A selection of photos by friends Iviva Olenick, Paula Overbay, Amber Gaia and Arthur Steuer:

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With Amani Ansari (right) and Iviva Olenick (left)

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Martine Bisagni

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Garden jazz with Michael Irwin and friends

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Love those Indian sweets!

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One corner in my new show, “The Light Within”, at Brooklyn Workshop Gallery (September 5 – October 11.) The combination of metallic surfaces on the series to the right (“Silma 1-4”) and the chalky intensity of “Kannakam” on the gorgeously textured wall on the left pleases my eye.

How to talk about the visual without short shrifting its power has been a question I have danced in and around for most of my life as an artist. Certainly that theme has played out in these nine years’ worth of posts on Slow Muse. How to successfully language the visual remains an ongoing mystery and challenge. I don’t know if I am any better at verbalizing a useful construct for my work than I was when I began so many years ago. I may just be better at bobbing and weaving.

Having been part of a large community of artists on Facebook for many years now, I have encountered artists who are in fact much better at this than I am. Read Altoon Sultan‘s posts about her own work and the work of others on her blog, Studio and Garden, and you will find a clear, informed but non-authoritarian voice.

I’m more in the mist than Altoon (although she is good at mist as well.) I get engaged and enchanted—perhaps too much so—by what can’t quite be described or what is just beyond my language skill set. But I have come to know that being in that unknown zone feels comfortable to me since that is a state of mind I am in when I am in the studio every day. The direction my work is taking, the way a piece comes to completion—every day is full of 90 degree turns and surprise appearances. The basket is found by my door, day after day, laden with alimentation.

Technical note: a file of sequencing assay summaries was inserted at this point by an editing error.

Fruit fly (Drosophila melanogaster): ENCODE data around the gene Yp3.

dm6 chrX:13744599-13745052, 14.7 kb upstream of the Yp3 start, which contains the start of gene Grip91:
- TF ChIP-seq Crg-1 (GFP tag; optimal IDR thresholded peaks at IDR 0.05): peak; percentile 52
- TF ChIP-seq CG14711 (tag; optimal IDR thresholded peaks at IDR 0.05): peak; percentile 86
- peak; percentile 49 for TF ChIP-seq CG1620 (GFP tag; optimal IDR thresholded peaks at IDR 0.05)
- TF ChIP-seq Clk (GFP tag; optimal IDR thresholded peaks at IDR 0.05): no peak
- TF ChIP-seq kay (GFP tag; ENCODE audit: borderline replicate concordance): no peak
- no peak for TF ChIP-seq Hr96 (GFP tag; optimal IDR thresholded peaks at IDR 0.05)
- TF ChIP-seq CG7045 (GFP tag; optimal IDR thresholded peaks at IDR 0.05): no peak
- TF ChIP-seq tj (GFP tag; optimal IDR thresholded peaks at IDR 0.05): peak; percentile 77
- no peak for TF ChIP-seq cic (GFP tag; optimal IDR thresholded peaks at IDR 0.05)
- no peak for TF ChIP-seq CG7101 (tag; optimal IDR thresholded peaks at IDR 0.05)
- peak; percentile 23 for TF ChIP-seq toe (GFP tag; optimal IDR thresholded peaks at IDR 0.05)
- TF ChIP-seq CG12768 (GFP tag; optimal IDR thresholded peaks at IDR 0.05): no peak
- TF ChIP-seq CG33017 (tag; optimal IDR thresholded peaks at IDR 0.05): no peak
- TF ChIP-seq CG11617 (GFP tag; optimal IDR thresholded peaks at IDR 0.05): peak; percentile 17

Friend and artist Miriam Louisa Simons reposted a piece about Vija Celmins that provoked me to dig back into the Slow Muse archive for some related material.

Here’s one, featuring the ever engaging Dave Hickey:

Between Artists: Twelve Contemporary Artists, Interview Twelve Contemporary Artists is a simple idea but so valuable. Reading the conversations between artists (who are, in most cases, already good friends) is a bit like listening to really good mechanics talk shop with other really good mechanics—a lot of under the hood chatter, sharing quick tips and an undefended discussion of the practical as well as the intuitive.

A few lines from the introduction, written by the inveterate trickster king Dave Hickey:

“The speakers in these interviews are saddled with the tragi-comic injunction to talk about that which they cannot: their art—to discuss that practice, which, were it explicable, they should not be pursuing, to explain those objects which, had they known what they were making, they almost certainly should not have made. Thus, Isaiah Berlin’s distinction between the hedgehog and the fox is applicable here. “The fox knows many little things,” Berlin explains, “the hedgehog knows one big thing,” and artists, as artists, are almost always hedgehogs. They know one big thing, the thing that drives the engine, that perpetually eludes articulation. So what we have here, between these covers, is the conversation of hedgehogs playing at being foxes. We do not get that one big thing, nor could we expect it. But we do get the atmosphere, the filigree of little things, of accident and incident, of nuance and desire, that surrounds the enormous absence that the work of art must, necessarily, fill in our lived experience.”

And this memorable quote, from Vija Celmins in conversation with Ken Price:

I remember Brancusi said, “Art should be like a well planned crime.” Which is to say that you don’t discuss it before, and you don’t talk much about it afterwards either.

Literary variations of this theme also exist. Currently under the spell of the exquisite Neapolitan Novels by Elena Ferrante (pen name for someone who wants a life rather than the fishbowl self consciousness of celebritism), I loved encountering this line in James Wood‘s New Yorker article about the books and their mysterious author:

Ferrante holds that “books, once they are written, have no need of their authors.”

In the end, the painting does stand alone.